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Working on both Linux and OS X (10.10.5), I'm using the command line tool dd to copy the contents of a USB flash drive to and from a compressed archive. To create the archive, I use the following on an unmounted drive (on Linux the format is something like /dev/sdb; on OS X it's something like /dev/disk2):

sudo dd if=/dev/disk1 bs=1m | gzip -c > disk.image.gz

which copies the entire drive's contents, compresses it, and then writes it to disk.image.gz. To unpack the image into a new drive, I use:

cat disk.image.gz | gunzip -c | sudo dd of=/dev/disk1 bs=1m

which takes the compressed disk image, uncompresses it, and then writes it to the drive. (You can check the progress of either command by executing the following in a separate window on Linux:

sudo killall -USR1 dd

or on OS X:

sudo killall -INFO dd

which in both cases signals dd to output a couple of lines on the amount of data transferred.)

Both processes work well on Linux. However, although the reading and compression work well on OS X, the decompression and writing never terminates. dd keeps writing data and more data, even though the (decompressed) source file has ended, and the disk drive should be full. If I wait until more data has written than should fit on the flash drive, and then ^C to terminate the command, the resulting drive seems to mount and operate just fine. But, it worries me that the behavior isn't what I expect.

Any idea why dd's writing never terminates, even though it is no longer receiving data?

(BTW: if you're using this as instructions to burn your own disk drives, MAKE SURE you have the right device identifiers (e.g. the /dev/sdb or /dev/disk2 mentioned above). dd does exactly what you tell it to do, so if you get the wrong identifier and tell it to overwrite your boot drive, it'll happily do so. Look elsewhere on how to determine the right device.)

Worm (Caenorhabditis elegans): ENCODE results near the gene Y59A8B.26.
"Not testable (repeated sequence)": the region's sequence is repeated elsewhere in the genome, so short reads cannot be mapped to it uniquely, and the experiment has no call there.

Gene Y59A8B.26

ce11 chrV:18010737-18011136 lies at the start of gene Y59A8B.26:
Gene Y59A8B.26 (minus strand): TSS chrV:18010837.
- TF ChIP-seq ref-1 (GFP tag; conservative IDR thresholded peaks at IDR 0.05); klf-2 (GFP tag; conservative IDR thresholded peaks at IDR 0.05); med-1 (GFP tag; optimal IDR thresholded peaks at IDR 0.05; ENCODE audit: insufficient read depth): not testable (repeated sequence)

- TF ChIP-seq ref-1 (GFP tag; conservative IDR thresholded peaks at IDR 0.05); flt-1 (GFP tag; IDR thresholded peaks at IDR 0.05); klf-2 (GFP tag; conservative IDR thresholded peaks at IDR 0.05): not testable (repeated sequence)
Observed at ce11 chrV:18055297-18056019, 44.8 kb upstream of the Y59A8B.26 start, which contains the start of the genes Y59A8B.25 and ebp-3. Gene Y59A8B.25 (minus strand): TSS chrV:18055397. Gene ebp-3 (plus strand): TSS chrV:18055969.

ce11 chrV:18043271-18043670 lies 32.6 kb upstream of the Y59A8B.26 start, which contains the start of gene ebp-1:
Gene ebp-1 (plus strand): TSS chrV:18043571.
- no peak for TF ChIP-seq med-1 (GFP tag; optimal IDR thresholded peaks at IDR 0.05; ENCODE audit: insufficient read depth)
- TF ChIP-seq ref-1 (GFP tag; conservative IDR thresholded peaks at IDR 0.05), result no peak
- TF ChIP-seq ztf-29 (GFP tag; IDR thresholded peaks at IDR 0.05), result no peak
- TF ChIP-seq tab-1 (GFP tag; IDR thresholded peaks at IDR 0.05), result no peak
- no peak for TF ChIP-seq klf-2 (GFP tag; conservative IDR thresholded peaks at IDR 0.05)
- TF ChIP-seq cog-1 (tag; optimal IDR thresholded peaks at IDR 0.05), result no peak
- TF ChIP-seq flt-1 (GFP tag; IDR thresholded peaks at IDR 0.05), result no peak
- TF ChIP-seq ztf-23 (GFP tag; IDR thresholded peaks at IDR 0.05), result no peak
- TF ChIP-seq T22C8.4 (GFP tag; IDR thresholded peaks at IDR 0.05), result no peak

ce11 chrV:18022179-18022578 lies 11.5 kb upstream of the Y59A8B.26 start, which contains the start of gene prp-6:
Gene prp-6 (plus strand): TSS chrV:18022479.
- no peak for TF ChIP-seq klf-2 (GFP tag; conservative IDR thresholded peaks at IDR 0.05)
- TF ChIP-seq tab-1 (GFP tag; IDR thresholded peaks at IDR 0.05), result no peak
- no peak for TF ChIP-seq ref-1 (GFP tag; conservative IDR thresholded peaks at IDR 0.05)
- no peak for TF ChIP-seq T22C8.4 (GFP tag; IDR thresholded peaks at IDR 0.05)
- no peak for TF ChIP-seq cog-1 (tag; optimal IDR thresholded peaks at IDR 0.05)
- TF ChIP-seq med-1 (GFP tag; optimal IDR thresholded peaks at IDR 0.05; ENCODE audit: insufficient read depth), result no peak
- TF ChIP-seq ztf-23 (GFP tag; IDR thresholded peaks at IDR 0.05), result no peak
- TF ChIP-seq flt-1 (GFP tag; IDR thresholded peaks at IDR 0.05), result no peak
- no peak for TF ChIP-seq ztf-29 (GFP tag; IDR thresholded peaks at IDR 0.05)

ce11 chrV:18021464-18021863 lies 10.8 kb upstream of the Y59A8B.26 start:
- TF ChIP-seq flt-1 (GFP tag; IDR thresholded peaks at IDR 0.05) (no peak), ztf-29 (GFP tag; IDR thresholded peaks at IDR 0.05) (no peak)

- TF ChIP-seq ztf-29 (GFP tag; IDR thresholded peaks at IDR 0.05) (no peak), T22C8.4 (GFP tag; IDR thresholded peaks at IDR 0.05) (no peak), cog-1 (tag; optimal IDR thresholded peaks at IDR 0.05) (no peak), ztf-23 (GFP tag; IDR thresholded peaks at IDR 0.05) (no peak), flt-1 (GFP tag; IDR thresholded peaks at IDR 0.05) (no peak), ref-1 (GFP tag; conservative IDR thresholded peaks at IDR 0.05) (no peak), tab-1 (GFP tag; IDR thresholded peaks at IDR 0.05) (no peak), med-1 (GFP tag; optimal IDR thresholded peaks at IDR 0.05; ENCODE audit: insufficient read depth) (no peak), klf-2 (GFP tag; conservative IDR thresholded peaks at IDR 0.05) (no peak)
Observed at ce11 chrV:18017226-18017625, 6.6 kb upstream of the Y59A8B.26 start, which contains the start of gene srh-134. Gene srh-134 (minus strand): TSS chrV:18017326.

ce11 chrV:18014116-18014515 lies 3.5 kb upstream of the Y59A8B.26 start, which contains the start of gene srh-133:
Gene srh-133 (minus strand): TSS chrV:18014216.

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    Are you sure you have your drive identifiers correct? On OS X, they are /dev/disk1, /dev/disk2, etc. – Allan Apr 5 '17 at 13:31
  • Yes; my examples used the Linux identifiers, but on OS X I used /dev/disk2 (checking thrice so I didn't trash my boot drive). I'll clarify in the question. – Daniel Griscom Apr 5 '17 at 14:17
  • @DanielGriscom You might want to use cp instead of dd if you do not have special needs and just want to copy the contents of a block device. – Max Ried Apr 5 '17 at 14:29
  • @DanielGriscom Or cat if you want to pipe it somewhere. – Max Ried Apr 5 '17 at 14:30
  • @DanielGriscom Besides: You should use rdisk devices for those actions: superuser.com/questions/631592/… – Max Ried Apr 5 '17 at 14:44
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This might not really answer the question, but might provide a solution.

Instead of using dd which seems to behave oddly for you, just use cat or cp. At least on OS X, they work very well on block devices. So:

sudo dd if=/dev/disk1 bs=1m | gzip -c > disk.image.gz

becomes

sudo cat /dev/disk1 | gzip -c > disk.image.gz


If you want the reverse, just redirect gunzip's output:

cat disk.image.gz | gunzip -c | sudo dd of=/dev/disk1 bs=1m

becomes

gunzip -c disk.image.gz | sudo tee /dev/disk1 > /dev/null

If you just want to copy a block device

sudo dd if=/dev/disk1 of=disk.image bs=1m

becomes

sudo cp /dev/disk1 disk.image

If you just want to copy an image to a block device (e.g. Raspbian to SD card)

sudo dd if=disk.image of=/dev/disk1 bs=1m

becomes

sudo cp disk.image /dev/disk1

This also prevents any hassle with block sizes.

  • I just tried the above gunzip -c disk.image.gz | sudo tee /dev/disk1 > /dev/null twice. It failed once (continuing far longer than expected; I couldn't measure the data transferred because I wasn't using dd), and succeeded once. Looks like something else is going on. – Daniel Griscom Apr 6 '17 at 0:15
  • @DanielGriscom There is an open source project named progress, previously named cv that displays the progress of a lot of utilities. You might want to try this. – Max Ried Apr 6 '17 at 7:03

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